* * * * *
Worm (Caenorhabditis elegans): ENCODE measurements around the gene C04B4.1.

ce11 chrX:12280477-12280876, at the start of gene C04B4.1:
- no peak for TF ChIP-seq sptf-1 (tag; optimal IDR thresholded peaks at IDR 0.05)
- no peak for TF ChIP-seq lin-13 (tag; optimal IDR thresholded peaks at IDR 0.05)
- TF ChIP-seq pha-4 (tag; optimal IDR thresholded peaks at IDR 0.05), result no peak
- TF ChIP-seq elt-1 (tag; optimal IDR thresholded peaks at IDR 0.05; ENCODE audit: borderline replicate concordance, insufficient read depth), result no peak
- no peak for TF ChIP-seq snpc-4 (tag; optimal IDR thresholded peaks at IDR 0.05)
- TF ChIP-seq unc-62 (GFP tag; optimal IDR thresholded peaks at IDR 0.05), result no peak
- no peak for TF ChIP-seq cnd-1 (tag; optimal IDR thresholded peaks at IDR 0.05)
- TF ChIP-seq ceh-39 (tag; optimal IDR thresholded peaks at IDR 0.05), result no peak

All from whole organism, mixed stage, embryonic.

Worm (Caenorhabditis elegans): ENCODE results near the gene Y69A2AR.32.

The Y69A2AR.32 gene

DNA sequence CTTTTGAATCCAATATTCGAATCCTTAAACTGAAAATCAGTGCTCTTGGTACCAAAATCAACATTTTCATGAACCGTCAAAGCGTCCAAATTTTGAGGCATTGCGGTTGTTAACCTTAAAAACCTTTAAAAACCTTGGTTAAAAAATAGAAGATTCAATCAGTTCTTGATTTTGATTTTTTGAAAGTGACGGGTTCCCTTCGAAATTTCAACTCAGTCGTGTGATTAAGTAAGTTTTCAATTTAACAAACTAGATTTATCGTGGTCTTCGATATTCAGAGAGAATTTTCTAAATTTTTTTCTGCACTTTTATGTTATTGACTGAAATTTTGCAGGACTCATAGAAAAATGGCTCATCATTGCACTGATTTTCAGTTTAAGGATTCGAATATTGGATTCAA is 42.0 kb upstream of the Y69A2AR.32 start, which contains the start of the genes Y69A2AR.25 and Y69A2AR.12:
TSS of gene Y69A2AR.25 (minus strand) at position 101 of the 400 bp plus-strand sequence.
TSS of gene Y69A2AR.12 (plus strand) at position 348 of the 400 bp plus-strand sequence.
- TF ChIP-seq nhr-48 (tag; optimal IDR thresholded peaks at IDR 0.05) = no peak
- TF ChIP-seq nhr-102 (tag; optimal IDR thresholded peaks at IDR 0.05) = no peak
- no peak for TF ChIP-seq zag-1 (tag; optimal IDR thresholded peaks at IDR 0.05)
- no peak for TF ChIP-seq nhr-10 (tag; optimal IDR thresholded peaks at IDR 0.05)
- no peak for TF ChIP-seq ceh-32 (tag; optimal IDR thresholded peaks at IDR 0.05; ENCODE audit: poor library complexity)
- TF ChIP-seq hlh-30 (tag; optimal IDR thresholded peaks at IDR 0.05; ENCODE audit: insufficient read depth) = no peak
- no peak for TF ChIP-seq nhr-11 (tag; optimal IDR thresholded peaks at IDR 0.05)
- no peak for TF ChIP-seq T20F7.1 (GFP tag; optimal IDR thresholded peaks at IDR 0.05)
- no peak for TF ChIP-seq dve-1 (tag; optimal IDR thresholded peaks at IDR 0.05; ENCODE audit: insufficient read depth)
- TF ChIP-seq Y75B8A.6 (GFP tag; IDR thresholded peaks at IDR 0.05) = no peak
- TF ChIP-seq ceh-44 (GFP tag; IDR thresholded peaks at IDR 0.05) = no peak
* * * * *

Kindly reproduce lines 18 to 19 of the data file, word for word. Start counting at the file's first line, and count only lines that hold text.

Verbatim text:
- TF ChIP-seq nhr-102 (tag; optimal IDR thresholded peaks at IDR 0.05) = no peak
- no peak for TF ChIP-seq zag-1 (tag; optimal IDR thresholded peaks at IDR 0.05)